Welcome to Inside the Studio!
Each week one of our contributors gives you a sneak peek into their studio, creative process or inspirations. We ask a related question of our readers and hope you'll leave comments! As an incentive we offer a free prize each week to bribe you to use that keyboard. The following week we choose a random winner.
You have won one rectangle-shaped 'Call Me Rosebud' pendant (retail value: $25) from Erin Prais-Hintz of Tesori Trovati
Please send Erin an email with your information.
beads placed into a can for raku reduction
Since we are still having some decent weather here in Northern New York, and I had gotten out my raku equipment to make Zombie jewelry with my grandchildren when they visited over Columbus Day weekend, I thought I would share with you some pictures of how I used my small kiln to raku some beads I made this week.
The raku process requires the placement of red hot ware into a container ( for beads, like the one above) that has some combustibles that will catch on fire and once the lid is in place, will deprive the clay of oxygen and turn the unglazed areas black. The glazes will often develop an iridescent sheen.
Examples of selective glazing of my pieces for the raku firing
This toggle clasp has an unglazed area around the orange which will be blackened by the reduction firing
This daisy only has color and clear glaze on the petals
these birds have glazed areas and unglazed areas
this maple leaf was left unglazed but glazed all around the leaf
Here is how they looked after the firing
Raku Fired Toggle Clasp
Raku Fired Daisy
Raku Fired Birds
Raku Fired Maple Leaf Pendant
I use a small metal rack to string my beads on for the firing so that I can get them out of the kiln easily when they are red hot.
Beads on metal rack before the firing
I heat the kiln up to about 1800 degrees F. and then open the door and take out the red hot beads and place them in a Christmas popcorn container with combustibles.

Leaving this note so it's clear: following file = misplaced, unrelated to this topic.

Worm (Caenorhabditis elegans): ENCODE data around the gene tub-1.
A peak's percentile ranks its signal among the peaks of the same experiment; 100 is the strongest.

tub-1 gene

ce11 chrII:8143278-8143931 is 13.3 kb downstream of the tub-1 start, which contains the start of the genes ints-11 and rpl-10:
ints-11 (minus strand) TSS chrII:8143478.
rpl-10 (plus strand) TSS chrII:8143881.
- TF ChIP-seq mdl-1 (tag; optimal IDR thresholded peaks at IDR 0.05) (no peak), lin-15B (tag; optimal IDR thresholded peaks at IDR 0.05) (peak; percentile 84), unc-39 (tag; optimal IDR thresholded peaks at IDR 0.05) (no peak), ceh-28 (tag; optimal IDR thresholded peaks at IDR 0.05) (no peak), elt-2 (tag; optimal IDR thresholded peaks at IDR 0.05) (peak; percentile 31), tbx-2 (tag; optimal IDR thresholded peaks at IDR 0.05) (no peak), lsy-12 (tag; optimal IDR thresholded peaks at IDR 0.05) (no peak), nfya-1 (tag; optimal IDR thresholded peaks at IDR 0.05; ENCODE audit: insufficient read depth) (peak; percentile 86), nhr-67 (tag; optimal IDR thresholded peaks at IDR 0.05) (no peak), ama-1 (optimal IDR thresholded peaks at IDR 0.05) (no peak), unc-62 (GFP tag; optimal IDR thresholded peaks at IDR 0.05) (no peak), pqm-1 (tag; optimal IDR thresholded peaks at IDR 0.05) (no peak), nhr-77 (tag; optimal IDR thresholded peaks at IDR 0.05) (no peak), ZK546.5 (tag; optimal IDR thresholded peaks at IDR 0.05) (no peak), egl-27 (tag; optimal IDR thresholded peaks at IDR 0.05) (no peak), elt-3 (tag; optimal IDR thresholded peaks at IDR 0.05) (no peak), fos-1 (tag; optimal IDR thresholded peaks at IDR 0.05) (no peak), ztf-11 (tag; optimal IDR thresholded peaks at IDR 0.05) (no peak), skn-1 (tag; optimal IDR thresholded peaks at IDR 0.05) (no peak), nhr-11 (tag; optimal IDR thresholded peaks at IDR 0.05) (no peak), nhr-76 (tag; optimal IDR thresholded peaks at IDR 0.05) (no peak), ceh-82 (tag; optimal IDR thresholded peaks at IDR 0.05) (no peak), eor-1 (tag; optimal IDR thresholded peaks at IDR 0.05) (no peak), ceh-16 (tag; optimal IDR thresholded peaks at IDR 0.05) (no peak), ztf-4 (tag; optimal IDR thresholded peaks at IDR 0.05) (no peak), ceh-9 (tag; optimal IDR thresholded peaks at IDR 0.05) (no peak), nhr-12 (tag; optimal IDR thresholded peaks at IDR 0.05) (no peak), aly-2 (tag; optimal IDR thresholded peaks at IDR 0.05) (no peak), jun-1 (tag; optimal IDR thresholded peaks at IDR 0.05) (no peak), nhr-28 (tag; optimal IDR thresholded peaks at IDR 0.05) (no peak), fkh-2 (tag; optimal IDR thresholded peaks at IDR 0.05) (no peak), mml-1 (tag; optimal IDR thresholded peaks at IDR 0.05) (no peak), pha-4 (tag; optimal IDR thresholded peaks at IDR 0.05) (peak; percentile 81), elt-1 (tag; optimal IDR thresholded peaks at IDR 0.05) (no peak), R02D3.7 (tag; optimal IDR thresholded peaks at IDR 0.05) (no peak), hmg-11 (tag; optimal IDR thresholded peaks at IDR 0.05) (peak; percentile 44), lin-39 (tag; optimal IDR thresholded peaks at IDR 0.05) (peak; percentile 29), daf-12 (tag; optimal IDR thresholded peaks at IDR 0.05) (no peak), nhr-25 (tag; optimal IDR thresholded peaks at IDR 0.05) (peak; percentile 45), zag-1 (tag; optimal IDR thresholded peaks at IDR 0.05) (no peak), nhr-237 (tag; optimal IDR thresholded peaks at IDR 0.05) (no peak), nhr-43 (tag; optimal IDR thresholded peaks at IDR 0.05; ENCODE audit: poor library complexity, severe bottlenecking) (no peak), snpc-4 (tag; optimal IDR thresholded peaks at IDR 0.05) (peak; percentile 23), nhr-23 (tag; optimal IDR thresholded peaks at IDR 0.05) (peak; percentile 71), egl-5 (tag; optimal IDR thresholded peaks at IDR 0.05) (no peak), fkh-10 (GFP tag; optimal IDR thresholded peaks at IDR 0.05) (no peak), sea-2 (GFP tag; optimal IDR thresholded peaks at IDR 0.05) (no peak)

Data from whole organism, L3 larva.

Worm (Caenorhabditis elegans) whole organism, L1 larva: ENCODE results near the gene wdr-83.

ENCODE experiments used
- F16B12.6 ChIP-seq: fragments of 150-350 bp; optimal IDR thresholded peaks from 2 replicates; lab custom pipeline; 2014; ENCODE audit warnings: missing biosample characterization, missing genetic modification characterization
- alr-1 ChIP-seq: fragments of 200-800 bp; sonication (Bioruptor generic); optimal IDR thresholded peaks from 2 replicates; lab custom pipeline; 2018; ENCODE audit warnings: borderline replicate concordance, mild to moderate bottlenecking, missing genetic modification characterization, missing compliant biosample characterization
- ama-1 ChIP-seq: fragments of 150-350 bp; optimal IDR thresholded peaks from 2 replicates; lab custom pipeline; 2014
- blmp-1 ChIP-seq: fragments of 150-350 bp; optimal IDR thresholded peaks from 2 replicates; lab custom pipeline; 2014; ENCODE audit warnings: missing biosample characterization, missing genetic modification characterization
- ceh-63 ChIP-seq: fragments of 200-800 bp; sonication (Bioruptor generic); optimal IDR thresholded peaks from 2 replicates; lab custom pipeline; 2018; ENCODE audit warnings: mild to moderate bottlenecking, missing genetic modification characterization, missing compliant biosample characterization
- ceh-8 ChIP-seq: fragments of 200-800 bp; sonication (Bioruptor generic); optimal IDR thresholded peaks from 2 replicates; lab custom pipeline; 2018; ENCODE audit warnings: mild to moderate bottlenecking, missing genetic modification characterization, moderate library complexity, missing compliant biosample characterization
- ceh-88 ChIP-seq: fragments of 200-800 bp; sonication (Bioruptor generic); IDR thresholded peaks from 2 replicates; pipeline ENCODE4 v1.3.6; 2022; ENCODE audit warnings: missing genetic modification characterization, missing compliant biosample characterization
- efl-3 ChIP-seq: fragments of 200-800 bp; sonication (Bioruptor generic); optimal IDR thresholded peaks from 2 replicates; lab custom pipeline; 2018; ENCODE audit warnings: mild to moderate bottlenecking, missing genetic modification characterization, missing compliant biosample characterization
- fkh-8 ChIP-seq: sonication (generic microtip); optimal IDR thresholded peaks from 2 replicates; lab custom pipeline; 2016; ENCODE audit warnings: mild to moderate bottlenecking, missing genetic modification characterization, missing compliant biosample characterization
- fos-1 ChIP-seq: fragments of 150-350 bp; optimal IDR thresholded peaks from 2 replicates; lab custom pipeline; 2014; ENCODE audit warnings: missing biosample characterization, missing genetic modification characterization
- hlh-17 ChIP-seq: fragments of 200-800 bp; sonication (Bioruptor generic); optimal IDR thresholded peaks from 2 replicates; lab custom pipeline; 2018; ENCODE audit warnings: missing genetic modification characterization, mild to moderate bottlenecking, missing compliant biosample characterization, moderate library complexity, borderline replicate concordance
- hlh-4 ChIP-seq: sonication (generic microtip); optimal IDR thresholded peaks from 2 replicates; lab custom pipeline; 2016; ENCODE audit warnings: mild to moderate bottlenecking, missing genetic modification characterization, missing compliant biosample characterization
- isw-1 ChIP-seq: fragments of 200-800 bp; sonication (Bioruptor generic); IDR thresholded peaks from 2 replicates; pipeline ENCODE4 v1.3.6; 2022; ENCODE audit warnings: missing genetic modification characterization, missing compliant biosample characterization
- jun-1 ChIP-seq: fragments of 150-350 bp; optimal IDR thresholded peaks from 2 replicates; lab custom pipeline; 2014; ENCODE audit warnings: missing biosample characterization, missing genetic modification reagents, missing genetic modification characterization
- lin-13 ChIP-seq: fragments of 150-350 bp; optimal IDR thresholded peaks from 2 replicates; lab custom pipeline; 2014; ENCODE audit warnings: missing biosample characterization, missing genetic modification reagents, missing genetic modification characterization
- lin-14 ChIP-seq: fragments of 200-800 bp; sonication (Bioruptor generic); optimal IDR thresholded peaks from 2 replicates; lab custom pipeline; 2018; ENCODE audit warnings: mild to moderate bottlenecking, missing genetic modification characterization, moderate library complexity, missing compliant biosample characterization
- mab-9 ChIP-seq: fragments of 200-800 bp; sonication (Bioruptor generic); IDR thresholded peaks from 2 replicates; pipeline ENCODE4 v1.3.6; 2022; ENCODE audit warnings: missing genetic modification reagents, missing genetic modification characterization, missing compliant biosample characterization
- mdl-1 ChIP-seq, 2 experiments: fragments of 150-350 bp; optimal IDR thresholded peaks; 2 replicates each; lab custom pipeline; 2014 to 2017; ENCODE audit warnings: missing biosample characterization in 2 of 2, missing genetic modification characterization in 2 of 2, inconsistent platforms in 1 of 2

beads heated up to 1800 degrees F
popcorn container with beads and combustibles on fire
I usually throw in some wood shavings and sawdust right before I put on the lid. Then I wait about 10-15 minutes and take them out and plunge the rack with the beads in a bucket of cold water. That step seems to bring out the sheen on the glazes.
raku fired beads drying in the dehydrator
After the beads have been in the cold water and cooled off, I scrub them with a brush and than put them in my dehydrator to dry.
Then they are ready to be used in jewelry. Many of these beads are in my Etsy shop . I hope you will stop by.
Raku bead firing is a very unpredictable process. The colors of the glaze and the depth of blackness is not easy to control and has to do with many factors. Many experienced raku artists say that gray and overcast days with high humidity make the colors come out the best. I love the excitement of the raku process and the surprising results. But I also know that sometimes I will be disappointed in the outcome.
Now for my question to you: Do you like to be surprised by the results of what you do or would prefer a predictable outcome? or are you somewhere in between? Please tell and leave a comment below.
I will give away a pair of raku beads from these firings from a randomly chosen comment left below.
Thanks so much for stopping by.
beads shortly after they were removed from the cold water
You can see the iridescence on the bead rack as well as the beads.